5. Understanding where each ICS is placing strategic emphasis is critical 

Each ICS is at a different stage of maturity and there is distinct variation in size, scale and local characteristics, meaning a one-size fits all approach to engagement will not work. As a first step, understanding where you may wish to begin engagement and how to frame this in line with local priorities is essential. 

At the end of June 2023, 40 of the 42 ICBs had published their five-year joint forward plans setting out their strategic vision to tackle the health issues faced by their local population.  

To support industry, WA has undertaken an in-depth analysis of the plans to create an interactive map showing the level of priority each ICB is placing across 27 themes. Understanding the ICBs that are prioritising your areas of interest, can support you in identifying meaningful collaborations and partnerships aligned to an ICB goals. 

About WA Communications 

WA Communications is an integrated strategic communications and public affairs consultancy. Our specialist health practice supports clients across a diverse range of diseases at the intersection of policy, government affairs and communications, to achieve their strategic objectives. 

If you would like to discuss how to best work in partnership with Integrated Care Systems, and our analysis of their key areas of focus, contact Lloyd Tingley atlloydtingley@wacomms.co.uk. 

 

 

 

 

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NHS Leader Joins WA Communications Advisory Board

We are pleased to announce the appointment of NHS leader Mike Bell to our growing advisory board. Mike Bell brings a wealth of experience and expertise in the healthcare sector, having served in various senior roles within the NHS.

Mike is currently Chair of NHS South West London Integrated Care Board and Chair of Lewisham & Greenwich NHS Trust.

With over 25 years of NHS board level experience, including more than a decade on strategic health authority boards, including as vice-chair of NHS London, Mike brings a deep understanding of the healthcare landscape to his advisory role. Previously, he served as the Chair of Croydon Health Services NHS Trust, playing a pivotal role in improving healthcare services in the Croydon area.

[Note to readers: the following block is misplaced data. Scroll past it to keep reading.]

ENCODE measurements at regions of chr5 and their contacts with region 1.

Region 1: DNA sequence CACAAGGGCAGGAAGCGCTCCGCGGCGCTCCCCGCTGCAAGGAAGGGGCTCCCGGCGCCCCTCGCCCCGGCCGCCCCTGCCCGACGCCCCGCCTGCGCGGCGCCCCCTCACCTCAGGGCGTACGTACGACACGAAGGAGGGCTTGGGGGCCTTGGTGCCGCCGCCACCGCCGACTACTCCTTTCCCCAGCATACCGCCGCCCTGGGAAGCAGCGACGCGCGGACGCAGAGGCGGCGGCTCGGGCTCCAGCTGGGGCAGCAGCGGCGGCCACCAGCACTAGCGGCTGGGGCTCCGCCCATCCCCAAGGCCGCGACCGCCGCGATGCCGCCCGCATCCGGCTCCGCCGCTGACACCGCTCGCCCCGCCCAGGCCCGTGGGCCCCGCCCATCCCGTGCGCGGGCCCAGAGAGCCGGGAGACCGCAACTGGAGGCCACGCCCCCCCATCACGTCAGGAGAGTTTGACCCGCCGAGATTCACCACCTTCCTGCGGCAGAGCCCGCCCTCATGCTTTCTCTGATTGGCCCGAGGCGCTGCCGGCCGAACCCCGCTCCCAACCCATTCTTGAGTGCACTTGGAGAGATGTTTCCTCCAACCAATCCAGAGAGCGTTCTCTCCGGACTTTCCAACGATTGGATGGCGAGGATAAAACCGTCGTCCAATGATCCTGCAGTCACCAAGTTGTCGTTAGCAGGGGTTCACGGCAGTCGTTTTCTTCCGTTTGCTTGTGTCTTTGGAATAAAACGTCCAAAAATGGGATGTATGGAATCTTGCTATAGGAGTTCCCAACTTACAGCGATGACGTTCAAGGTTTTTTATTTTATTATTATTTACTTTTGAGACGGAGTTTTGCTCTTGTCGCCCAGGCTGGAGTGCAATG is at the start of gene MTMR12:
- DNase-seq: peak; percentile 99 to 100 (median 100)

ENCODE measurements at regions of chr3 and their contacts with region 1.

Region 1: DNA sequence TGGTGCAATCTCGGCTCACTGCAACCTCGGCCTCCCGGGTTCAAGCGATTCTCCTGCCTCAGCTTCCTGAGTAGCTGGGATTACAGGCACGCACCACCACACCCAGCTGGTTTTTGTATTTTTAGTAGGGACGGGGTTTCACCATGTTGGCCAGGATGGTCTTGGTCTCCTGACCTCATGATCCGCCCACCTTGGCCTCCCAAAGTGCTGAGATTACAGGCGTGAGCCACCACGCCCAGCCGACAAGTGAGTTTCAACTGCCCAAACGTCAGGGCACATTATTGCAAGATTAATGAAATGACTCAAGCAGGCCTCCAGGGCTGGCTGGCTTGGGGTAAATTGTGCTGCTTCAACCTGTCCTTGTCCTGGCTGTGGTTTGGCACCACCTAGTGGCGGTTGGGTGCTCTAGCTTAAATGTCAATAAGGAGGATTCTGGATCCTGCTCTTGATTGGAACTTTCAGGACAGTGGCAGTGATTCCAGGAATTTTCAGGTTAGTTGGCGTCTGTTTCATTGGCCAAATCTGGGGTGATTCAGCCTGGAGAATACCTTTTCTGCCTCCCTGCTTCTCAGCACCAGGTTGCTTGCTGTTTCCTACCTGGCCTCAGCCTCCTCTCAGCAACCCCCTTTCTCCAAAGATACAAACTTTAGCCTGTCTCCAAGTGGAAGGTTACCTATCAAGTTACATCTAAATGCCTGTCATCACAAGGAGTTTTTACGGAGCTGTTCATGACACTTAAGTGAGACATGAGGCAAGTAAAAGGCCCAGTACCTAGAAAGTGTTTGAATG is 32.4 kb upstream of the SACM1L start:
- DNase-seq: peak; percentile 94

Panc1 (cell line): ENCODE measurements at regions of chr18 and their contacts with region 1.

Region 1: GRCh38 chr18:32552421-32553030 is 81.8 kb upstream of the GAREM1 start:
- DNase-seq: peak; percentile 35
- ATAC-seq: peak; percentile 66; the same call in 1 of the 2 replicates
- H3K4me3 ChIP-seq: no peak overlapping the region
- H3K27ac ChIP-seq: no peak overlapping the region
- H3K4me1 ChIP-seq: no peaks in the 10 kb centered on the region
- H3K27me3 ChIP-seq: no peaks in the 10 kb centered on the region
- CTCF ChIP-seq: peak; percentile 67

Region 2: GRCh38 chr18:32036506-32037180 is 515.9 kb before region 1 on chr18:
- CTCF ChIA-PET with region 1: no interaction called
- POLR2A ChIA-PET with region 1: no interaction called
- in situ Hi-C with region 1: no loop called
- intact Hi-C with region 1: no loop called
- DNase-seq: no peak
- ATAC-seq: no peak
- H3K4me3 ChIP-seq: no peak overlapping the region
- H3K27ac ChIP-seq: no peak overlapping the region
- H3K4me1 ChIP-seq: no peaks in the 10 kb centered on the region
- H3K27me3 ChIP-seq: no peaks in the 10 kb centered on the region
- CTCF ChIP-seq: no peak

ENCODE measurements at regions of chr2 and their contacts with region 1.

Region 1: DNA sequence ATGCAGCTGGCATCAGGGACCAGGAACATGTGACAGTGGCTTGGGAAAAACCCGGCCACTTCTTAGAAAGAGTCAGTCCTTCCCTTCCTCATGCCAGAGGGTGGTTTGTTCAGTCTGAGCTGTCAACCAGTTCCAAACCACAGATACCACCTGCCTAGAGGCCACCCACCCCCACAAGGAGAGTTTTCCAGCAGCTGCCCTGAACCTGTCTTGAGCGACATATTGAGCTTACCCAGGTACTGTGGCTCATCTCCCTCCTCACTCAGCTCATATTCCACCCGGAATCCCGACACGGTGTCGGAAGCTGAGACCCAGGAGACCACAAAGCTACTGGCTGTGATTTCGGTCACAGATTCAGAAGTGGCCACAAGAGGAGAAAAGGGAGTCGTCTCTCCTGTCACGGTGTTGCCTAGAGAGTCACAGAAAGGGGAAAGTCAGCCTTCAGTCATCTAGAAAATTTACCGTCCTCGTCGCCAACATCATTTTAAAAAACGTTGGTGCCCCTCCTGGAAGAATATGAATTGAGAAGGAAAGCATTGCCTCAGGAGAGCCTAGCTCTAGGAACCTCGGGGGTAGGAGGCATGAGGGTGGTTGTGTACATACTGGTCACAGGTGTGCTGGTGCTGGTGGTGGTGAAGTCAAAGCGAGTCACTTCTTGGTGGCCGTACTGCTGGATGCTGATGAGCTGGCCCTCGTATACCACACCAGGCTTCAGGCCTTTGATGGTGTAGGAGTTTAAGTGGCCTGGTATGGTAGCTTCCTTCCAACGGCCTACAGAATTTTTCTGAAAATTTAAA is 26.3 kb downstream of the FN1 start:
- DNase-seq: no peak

Our specialist health practice offers integrated services in public affairs, corporate communications, digital, research, and creative services. Current clients include life sciences companies including Sanofi, AbbVie and Roche, as well as charities and patient groups including Guide Dogs and Muscular Dystrophy UK.

Mike Bell’s appointment to the advisory board further strengthens our commitment to providing strategic counsel in the healthcare sector.

WA’s advisory board is chaired by Sir Philip Rutnam – former Permanent Secretary at the Home Office and Department of Transport, and founding Partner of Ofcom. It also draws together senior figures from the communications industry, Westminster, the media, and the health sector, including former CEO of Grayling UK Alison Clarke, and broadcaster & journalist Steve Richards.

Commenting on the appointment, Caroline Gordon, Partner and Head of WA Communications’ health team said,

“I am delighted to welcome Mike to our team. His extensive experience and strategic insight in the NHS and medtech sectors will be invaluable in delivering senior counsel to our clients in health and life sciences. WA is now even better equipped to navigate the complex and changing landscape of healthcare delivery and drive meaningful outcomes for our clients.”

Mike Bell added,

“I am delighted to be joining WA Communications at this exciting time. As a member of WA Communications’ advisory board, I look forward to using my experience from two decades in the healthcare sector to provide strategic guidance that helps clients partner effectively with the NHS.”